Phonon interactions are inevitable in cavity quantum electrodynamical systems based on solid-state emitters or fluorescent molecules, where vibrations of the lattice or chemical bonds couple to the electronic degrees of freedom. Due to the non-Markovian response of the vibrational environment, it remains a significant theoretical challenge to describe such effects in a computationally efficient manner. This is particularly pronounced when the emitter-cavity coupling is comparable with or larger than the typical phonon energy range, and polariton formation coincides with vibrational dressing of the optical transitions. In this paper, we consider four non-Markovian perturbative master equation approaches to describe such dynamics over a broad range of light-matter coupling strengths and compare them with numerically exact reference calculations using a tensor network. The master equations are derived using different basis transformations, and a perturbative expansion in the transformed basis is subsequently introduced and analyzed. We find that two approaches are particularly successful and robust. The first of these is suggested and developed in this paper and is based on a vibrational dressing of the exciton-cavity polaritons. This enables the description of distinct phonon-polariton sidebands that appear when the polariton splitting exceeds the typical phonon frequency scale in the environment. The second approach is based on a variationally optimized polaronic vibrational dressing of the electronic state. Both of these approaches demonstrate good qualitative and quantitative agreement with reference calculations of the emission spectrum and are numerically robust, even at elevated temperatures, where the thermal phonon population is significant.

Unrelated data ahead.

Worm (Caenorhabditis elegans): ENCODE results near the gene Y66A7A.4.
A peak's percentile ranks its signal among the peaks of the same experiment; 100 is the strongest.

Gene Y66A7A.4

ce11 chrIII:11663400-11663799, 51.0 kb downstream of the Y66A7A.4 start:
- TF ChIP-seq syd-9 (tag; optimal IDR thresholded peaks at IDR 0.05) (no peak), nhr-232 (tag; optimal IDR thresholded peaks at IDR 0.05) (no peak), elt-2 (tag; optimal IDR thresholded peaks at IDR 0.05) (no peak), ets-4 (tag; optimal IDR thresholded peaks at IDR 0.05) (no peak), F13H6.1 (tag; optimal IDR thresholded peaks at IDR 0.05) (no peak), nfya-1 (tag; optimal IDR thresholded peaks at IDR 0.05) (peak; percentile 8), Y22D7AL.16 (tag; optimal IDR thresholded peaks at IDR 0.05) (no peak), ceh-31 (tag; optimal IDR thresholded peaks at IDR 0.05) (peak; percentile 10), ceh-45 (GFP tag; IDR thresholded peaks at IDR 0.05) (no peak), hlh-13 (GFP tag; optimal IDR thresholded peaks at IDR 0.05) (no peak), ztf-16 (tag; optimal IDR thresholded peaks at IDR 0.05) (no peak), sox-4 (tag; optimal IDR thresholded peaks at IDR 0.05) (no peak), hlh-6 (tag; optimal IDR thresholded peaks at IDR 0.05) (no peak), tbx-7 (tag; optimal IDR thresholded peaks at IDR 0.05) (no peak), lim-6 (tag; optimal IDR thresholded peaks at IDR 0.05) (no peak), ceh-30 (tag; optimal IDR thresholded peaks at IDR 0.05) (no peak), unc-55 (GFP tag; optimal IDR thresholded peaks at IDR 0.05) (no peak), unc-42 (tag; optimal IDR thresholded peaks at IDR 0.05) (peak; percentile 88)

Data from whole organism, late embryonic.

Bibliographical noteFunding Information:
This paper was supported by the Danish National Research Foundation through NanoPhoton—Center for Nanophotonics, Grant No. DNRF147, and Villum Fonden through the NATEC Center (Grant No. 8692). E.V.D. acknowledges support from Independent Research Fund Denmark through an International Postdoc fellowship.
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